Three better questions to ask before planting

Yesterday, I looked at some questions that get asked when we plant churches that aren’t great. You can read that post here. Today, I thought it might be worth looking at some questions that we probably should ask before planting a church that are a little better.

Why are you planting?

This seems to me to be a key question that often gets overlooked. We live at a time when planting is generally seen to be a good in its own right. And don’t get me wrong, I think planting generally is good. But because we believe most plants are good, we assume planting is good of itself.

So, it is worth asking why are you planting? Planting a church for planting’s sake really isn’t a great idea. Nor is planting a church so that you can get the kudos of having planted. Talk of wanting to be ‘church planting churches’ can lead us to plant so that we can bask in the reflected glory of having planted something. None of these are good reasons to plant a church. Nor, for the planter, is it very credible to plant something because you want a job or you like the idea of being a planter rather than a mere pastor (a distinction I think that is often overstated).

There are both good and bad reasons to plant a church. But it pays to ask from the front end, why are you planting this church? Do you have good reasons for doing so?

Can you realistically plant?

At the end of the day, it is all very well having a plan, but if you can’t put it into effect then you aren’t going to go anywhere. It is important to ask whether you are actually in any position to plant something.

Many will read that question and assume if they aren’t a large, wealthy church with all the money and resources to effect the plant themselves, then the answer to this question is ‘no’. That is not what it is really driving at. Our small church, with scant resources, is in the process of planting a church into Rochdale.

The point here, though, is that there need to be some markers for what is realistically possible. For example, do you have a planter? Do you have enough money – either internally or having fund raised to get it – to actually begin something? Do you have any people at all that you can work with to credibly create an ‘assembly’ i.e. a church? What the answers to those questions actually look like in practice are going to vary from place to place and church to church. But at some point, the question needs to be asked as to whether you are actually in any position to plant something.

Is there a need to plant?

We all know that plants are costly, time-consuming and require considerable resource to get going. It isn’t unreasonable to ask, if we are going to throw our weight behind something like this, whether there is any real need for it?

As I mentioned yesterday, some people have different ideas as to what constitutes real need. What is the realistic reach of a single church? When might we consider and area ‘reached’? Those are not inappropriate questions to ask and, again, our answer will probably depend on the particular context in which we are working.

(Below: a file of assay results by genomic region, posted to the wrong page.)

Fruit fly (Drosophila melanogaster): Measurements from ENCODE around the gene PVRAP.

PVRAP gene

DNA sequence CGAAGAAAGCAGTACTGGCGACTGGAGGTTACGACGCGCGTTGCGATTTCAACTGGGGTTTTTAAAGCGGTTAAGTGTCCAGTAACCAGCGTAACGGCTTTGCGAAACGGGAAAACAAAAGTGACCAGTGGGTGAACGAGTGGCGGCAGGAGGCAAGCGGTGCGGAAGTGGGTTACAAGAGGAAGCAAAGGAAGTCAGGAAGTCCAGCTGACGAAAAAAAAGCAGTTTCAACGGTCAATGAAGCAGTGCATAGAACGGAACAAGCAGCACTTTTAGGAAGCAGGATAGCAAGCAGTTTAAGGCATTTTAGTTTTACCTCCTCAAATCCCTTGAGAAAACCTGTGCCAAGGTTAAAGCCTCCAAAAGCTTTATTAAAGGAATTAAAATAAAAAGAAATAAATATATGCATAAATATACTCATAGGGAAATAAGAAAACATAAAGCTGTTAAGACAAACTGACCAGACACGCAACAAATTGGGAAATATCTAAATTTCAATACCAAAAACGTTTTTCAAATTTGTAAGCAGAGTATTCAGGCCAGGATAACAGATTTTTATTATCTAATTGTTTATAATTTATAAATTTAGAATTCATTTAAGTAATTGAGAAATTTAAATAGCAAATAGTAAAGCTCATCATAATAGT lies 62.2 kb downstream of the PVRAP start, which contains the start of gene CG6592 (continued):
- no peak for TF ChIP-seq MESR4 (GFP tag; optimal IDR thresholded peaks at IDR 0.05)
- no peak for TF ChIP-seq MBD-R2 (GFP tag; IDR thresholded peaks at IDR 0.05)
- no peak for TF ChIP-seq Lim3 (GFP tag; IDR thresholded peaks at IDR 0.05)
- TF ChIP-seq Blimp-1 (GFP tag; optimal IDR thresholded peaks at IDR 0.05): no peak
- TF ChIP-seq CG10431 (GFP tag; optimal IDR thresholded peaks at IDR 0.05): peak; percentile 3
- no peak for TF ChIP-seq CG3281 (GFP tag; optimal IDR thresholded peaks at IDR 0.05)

One way of working this out is by comparing the size and population of an area to others and comparing the relative number of churches. So, if a local town of 50,000 has 3 or 4 churches of 50 people each serving it already – whilst we might legitimately argue that town could easily bear more if the town is going to be properly reached, if a neighbouring town of 100,000 people has only one church, we might see a more urgent need there. Another town of similar size with no churches would have greatest need of all.

In fact, if we look at Paul’s model for church planting in virgin territory, it seems he tended to go and share the gospel in public places and synagogues, seeking to make conversions, and then created churches with those converts. He didn’t tend to plant several churches in, say, Ephesus. Rather, he established the one in the knowledge they would continue the work of evangelism and discipleship and plant other churches across the region. That is how Paul could say, ‘from Jerusalem and all the way around to Illyricum I have fulfilled the ministry of the gospel of Christ’ (Rom 15:19). He obviously hadn’t preached the gospel to every person nor had he planted churches in every village. But he had established churches within each region that would continue the work of evangelism, disciple-making and church planting within their locality.

It seems to me, when assessing need, we want to go first to places where there are no churches, next to places where there are very few and then to places where they could probably do with a few more (leaving those places that are replete to get on happily as they are!) We have to take into account how the local population live and where they go. We have to look at what exists (if anything) and whether existing provision realistically reaches those who are there.

Most of us (I think) would agree that a village of 1000 people with a church of 100 members already in its midst probably doesn’t need another just yet. Likewise, a city of 1,00,000 people with no church really ought to have one. Clearly there is a sliding scale of churches and relative population that increases or decreases the need. But the question needs to be asked: does this place really need another church or would we be better served planting somewhere else?